Sports Direct to outline controversial bonus scheme

SPORTS Direct International is expected to reveal more details of its plans to resurrect a contentious bonus scheme for founder Mike Ashley on Thursday, as 2,000 staff also prepare to land bumper share windfalls.

Mike Ashley: declined salary. Picture: Getty

The company will outline the terms of a new bonus plan for Ashley, the owner of Newcastle United football club, after a previous scheme – which would have delivered a potential £26 million payout – was withdrawn last summer after investors threatened to reject it in a shareholder vote.

Its full-year figures will also be keenly awaited by staff, many of whom are on track to clear another hurdle under their 2011 four-year share incentive bonus scheme.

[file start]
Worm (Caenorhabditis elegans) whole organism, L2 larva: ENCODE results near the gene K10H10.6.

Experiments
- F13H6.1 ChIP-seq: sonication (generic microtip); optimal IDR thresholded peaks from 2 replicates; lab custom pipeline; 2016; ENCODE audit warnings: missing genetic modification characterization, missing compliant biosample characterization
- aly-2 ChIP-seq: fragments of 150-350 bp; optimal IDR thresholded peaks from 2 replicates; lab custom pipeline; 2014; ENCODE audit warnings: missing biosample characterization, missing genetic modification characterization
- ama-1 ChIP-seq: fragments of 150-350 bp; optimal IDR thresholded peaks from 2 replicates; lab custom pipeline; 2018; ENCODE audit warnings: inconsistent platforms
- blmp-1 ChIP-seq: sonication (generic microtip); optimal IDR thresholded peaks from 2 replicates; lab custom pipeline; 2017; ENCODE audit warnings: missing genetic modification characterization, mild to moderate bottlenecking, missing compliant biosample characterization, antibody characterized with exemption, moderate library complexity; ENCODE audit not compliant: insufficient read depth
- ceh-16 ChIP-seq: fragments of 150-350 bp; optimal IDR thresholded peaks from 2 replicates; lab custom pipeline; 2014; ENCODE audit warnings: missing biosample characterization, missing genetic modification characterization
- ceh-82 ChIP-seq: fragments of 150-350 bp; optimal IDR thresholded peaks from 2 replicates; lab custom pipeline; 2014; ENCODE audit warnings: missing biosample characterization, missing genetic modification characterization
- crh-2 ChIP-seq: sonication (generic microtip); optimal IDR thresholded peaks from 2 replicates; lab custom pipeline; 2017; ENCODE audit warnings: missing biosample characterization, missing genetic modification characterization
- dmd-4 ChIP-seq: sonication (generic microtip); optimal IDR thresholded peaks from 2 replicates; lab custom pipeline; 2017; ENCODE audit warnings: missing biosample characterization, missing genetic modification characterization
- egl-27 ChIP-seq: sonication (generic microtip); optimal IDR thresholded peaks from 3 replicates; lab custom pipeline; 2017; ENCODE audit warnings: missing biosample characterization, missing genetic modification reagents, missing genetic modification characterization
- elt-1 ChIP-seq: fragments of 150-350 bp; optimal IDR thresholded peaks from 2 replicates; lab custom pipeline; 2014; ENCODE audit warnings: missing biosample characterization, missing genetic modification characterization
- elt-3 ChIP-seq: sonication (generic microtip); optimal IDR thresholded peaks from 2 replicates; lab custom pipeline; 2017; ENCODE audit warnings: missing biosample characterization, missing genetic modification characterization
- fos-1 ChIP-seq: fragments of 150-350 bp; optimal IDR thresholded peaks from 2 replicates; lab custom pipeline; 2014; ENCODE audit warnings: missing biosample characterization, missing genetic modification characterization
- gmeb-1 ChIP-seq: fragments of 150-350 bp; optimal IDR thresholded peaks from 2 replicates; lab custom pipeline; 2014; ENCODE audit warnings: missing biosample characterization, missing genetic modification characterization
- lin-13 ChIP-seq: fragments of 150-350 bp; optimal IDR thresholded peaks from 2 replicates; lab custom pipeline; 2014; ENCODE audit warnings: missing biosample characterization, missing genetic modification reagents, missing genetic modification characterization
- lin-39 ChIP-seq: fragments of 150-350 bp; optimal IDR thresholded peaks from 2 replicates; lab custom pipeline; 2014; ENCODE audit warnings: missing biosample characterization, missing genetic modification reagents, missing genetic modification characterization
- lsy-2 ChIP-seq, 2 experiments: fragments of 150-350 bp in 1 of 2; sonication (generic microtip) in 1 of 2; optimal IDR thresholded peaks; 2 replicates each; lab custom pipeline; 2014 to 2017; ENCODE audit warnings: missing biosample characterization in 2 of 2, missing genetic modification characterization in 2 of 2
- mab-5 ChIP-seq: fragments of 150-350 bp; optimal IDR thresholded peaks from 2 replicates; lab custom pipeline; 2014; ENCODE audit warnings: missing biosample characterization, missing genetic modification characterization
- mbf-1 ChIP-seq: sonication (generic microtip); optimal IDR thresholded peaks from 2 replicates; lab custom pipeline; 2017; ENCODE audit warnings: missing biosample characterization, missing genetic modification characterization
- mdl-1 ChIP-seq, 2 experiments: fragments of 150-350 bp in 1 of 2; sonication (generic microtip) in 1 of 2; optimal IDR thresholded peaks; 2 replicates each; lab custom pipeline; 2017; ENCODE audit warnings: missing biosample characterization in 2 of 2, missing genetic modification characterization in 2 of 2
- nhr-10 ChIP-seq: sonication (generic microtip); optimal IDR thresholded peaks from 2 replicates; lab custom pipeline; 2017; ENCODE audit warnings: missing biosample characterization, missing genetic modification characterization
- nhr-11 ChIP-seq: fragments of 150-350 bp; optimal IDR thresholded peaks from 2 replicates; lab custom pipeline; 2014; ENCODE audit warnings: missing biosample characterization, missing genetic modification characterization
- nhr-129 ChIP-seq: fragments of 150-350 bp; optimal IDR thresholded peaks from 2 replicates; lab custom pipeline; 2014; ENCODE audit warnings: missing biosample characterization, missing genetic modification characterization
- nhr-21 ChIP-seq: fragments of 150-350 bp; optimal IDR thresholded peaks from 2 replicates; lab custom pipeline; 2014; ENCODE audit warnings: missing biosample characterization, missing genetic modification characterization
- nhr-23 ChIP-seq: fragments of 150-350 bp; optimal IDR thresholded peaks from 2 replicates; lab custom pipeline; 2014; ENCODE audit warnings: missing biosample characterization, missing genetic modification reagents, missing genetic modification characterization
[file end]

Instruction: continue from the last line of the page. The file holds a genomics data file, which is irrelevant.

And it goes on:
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This comes on top of a lucrative bonus scheme from 2009, which will pay out the second and final tranche of shares to around 2,000 of Sports Direct’s 23,000-strong staff in August.

For an employee earning a salary of £20,000 a year in 2009, next month’s payout will see them pick up 12,000 shares – worth more than £68,000.Sports Direct has surpassed the second year target to achieve £270m in underlying profits for the 2011 scheme.

But it must meet profit targets for the following two years before paying out 2,500 shares in 2015 and 7,500 shares two years later.

Analysts expect Sports Direct to post a 19 per cent leap in underlying profits to £287.3m for the year to 28 April, while they are pencilling in pre-tax profits of £215m.

Sports Direct has enjoyed a solid year, with sales soaring in the wake of rival JJB’s collapse. Total sales for the nine weeks to 31 March rose 14.3 per cent and gross profit lifted 22.7 per cent to £128.6m.

But despite the stellar performance, Ashley’s bonus scheme is likely to prove a controversial issue when investors get the chance to vote on it at the annual general meeting coming up in September.

He has not taken a salary since the company’s 2007 stock market debut, but recently he raised £100m after selling a four per cent stake in his company.